Plasmodium berghei sporozoites (luciferase expressing) were obtained from laboratory-reared female Anopheles stephensi mosquitoes from Department of Mosquito Biology, WRAIR and maintained at 18°C for 17 to 22 days after feeding on malaria infected Swiss CD-1/ICR mice. Salivary glands were extracted from malaria-infected mosquitoes and sporozoites were recovered by using in house procedures. Briefly, mosquitoes were separated into abdomen and head/thorax. Heads and thoraxes were triturated with a mortar and pestle and suspended in medium RPMI 1640 containing 1% C57BL/6 mouse serum (Rockland Co., Gilbertsville, PA, USA). A total of 50–80 heads with glands were placed into a 0.5 ml Osaki tube on top of glass wool with enough dissection media to cover the heads. The Osaki tube was kept on ice until all mosquitoes had been dissected. Sporozoites isolated from the same batch of mosquitoes were inoculated into C57BL/6, 2DKO and 2DKO/KI C57BL/6 mice on the same day to control for biological variability in sporozoite preparations. Each mouse was inoculated intravenously in the tail vein with approximately 10,000 sporozoites suspended in 0.1 ml volume on day 0.
To ensure that inoculated sporozoites were viable following the isolation procedure, they were stained with a vital dye containing fluorescein diacetate (50 mg/ml in acetone) and ethidium bromide (20 μg/ml in phosphate-buffered saline; Sigma Chemical Co., St Louis, MO, USA) and counted in a haemocytometer. The viability of sporozoites ranged from 90 to 100%.
Male eight-week-old C57BL/6, 2DKO and 2DKO/KI mice (Taconic, Hudson, NY, USA) were used. On arrival, the animals were acclimated for seven days (quarantine). The animals were housed in a cage maintained in a room with a temperature range of 18-26°C [express in °C], 34-68% relative humidity and a 12-hr light/dark cycles. Food and water were provided ad lib during quarantine and throughout the study. The animals were fed a standard rodent maintenance diet. All animal studies were performed under IACUC approved protocols. All animal use, care and handling were performed in accordance with the current Guide for the Care and Use of Laboratory Animals (1996).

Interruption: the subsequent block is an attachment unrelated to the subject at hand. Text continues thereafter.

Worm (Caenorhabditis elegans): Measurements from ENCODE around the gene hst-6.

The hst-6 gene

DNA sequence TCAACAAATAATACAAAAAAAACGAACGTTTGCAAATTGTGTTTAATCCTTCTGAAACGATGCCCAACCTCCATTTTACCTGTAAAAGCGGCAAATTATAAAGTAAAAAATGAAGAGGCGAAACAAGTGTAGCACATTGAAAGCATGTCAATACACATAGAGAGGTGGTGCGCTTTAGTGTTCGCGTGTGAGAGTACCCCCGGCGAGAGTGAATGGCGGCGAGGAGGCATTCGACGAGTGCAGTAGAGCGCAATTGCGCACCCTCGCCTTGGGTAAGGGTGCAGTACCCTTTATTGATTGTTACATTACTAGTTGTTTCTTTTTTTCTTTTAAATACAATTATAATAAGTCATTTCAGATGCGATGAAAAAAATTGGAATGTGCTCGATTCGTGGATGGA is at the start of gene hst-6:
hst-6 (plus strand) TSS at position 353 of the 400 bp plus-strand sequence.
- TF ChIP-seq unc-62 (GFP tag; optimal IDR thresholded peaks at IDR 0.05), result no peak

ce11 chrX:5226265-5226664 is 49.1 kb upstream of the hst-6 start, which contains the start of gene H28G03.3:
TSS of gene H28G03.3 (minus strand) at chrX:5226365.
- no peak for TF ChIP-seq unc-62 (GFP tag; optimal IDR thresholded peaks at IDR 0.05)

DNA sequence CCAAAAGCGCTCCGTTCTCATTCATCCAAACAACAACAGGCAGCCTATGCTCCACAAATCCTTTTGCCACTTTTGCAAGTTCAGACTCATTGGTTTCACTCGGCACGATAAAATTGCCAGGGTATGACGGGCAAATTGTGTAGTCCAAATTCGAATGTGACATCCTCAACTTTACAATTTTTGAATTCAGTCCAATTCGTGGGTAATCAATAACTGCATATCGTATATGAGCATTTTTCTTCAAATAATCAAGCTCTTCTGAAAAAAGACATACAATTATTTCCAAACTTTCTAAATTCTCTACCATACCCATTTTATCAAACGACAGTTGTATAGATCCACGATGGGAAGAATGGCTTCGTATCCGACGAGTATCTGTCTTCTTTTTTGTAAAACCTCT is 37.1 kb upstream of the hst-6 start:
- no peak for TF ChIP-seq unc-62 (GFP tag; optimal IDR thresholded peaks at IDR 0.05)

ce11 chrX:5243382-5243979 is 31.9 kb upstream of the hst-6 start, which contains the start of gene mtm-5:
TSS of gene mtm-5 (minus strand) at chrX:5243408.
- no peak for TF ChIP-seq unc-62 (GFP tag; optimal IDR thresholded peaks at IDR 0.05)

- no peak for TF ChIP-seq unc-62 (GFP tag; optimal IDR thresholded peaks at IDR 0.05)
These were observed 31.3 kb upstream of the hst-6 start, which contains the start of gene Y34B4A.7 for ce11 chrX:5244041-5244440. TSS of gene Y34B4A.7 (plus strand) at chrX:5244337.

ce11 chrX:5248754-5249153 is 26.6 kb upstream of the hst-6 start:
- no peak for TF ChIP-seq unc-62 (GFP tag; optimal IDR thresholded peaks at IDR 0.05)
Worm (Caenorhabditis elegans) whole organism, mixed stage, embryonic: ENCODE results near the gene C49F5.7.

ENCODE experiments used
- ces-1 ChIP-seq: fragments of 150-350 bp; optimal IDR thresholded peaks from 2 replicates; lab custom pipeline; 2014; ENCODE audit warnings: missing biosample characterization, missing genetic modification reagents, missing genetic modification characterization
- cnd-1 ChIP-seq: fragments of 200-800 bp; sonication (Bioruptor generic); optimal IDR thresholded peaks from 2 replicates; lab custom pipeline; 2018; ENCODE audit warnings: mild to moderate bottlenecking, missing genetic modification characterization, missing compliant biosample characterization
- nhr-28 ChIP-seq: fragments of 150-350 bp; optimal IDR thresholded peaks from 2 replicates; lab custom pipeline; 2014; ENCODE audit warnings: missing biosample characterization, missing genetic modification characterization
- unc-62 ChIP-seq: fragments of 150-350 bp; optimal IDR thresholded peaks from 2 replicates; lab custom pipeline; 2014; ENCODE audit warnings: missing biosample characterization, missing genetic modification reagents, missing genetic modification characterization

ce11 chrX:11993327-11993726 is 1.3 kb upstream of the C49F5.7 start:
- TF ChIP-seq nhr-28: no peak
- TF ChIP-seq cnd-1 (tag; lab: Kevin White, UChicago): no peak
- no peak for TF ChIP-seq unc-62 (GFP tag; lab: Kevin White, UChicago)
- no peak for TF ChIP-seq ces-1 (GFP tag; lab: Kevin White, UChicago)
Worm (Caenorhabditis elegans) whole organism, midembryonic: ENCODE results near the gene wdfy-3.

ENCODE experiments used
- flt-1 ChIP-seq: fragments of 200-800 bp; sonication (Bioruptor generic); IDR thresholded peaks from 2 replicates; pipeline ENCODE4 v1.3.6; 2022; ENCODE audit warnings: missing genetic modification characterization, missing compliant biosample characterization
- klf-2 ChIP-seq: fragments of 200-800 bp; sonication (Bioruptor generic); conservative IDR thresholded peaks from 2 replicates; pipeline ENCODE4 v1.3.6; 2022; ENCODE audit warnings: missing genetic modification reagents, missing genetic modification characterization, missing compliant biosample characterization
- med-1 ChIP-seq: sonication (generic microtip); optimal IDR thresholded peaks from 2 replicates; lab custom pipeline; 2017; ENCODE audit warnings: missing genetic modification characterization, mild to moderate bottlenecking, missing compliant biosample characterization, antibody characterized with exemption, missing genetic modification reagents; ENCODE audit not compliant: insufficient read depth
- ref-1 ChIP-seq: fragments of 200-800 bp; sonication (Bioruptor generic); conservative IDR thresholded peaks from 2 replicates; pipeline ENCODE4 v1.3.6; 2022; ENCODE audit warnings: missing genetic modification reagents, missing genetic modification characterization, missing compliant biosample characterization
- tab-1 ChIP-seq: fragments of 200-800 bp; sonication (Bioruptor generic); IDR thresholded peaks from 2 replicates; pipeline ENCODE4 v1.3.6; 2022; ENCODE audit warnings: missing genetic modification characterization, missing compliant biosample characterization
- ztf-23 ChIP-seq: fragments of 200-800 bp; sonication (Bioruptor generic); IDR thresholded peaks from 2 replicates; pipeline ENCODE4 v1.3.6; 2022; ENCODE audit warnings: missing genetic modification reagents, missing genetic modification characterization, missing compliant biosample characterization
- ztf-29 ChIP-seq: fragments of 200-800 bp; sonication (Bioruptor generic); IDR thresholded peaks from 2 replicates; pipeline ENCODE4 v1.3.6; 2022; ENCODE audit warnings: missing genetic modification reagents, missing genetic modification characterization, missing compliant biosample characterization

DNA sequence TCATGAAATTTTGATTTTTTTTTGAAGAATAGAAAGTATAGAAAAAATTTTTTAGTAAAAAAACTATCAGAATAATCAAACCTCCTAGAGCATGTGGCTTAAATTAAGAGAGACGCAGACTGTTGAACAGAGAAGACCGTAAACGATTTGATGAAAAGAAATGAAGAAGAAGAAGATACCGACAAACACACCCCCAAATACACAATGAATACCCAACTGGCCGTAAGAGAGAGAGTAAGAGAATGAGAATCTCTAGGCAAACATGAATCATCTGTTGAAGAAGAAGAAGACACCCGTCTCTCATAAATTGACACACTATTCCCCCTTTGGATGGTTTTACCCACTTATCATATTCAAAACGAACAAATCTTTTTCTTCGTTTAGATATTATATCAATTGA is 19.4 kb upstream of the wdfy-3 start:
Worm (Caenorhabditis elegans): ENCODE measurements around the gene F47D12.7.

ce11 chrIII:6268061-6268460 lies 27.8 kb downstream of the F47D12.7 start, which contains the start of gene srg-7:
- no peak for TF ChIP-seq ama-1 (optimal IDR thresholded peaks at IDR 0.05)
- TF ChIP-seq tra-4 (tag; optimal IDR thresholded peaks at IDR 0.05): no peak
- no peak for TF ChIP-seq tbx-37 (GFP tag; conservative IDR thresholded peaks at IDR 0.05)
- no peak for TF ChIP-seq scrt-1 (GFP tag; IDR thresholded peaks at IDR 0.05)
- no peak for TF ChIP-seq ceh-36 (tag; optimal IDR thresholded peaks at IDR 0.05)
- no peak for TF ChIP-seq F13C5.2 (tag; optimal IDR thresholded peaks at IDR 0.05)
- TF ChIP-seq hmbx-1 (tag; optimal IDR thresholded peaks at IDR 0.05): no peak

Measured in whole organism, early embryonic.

Test agents and administration
The compounds tested in these experiments were dosed based on the body weight at the time of preparation of the suspension solution. The suspension solution of oral agents were prepared in 0.5% (w/v) hydroxyethyl cellulose and 0.2% (0.5% HECT, v/v) Tween-80 in distilled water, using homogenizer (PRO Scientific Inc, Monroe, CT, USA) with 10 mm open slotted generator to homogenize drug powder mixture at 20,000-22,000 rpm for 5 min in ice bath. A once-a-day, three-consecutive-day treatment regimen (−1, 0, 1 day) was used in all assessments. This volume was transferred to a 20-ml bottle, drawn into a 1-ml syringe, and delivered via intragastric feeder (18-gauge) to the designated recipient.
In vivo imaging of luciferase activity from luciferase expressing P. berghei-infected mice was performed using a Xenogen IVIS-200 Spectrum (Caliper Life Sciences, Hopkinton, MA, USA) in vivo imaging system. Mice were evaluated at 24, 48 and 72 hours post-sporozoite inoculation to determine liver- and blood-stage malaria infection. D-Luciferin potassium salt, (Xenogen, California and Goldbio, St Louis, MO, USA), the luciferase substrate, was intraperitoneally inoculated into mice at a concentration of 200 mg/kg 15 min before bioluminescence analysis. The mice were anaesthetized with isoflurane 3 min post-luciferin administration. The mice were then positioned ventral side up in the IVIS on the 37°C platform. The mice continued to receive isoflurane through the nose-cone delivery. The camera exposure time was 5 min for the 24, 48 and 72-hr time points with f-stop = 1 and large binning setting. Photons emitted from specific regions were quantified using Living Image® 3.0 software and total ROI was calculated. 3-D bioluminescent imaging tomography was performed with Living Image 3.0 software using sequential images taken with filters ranging from 580 to 660 nm.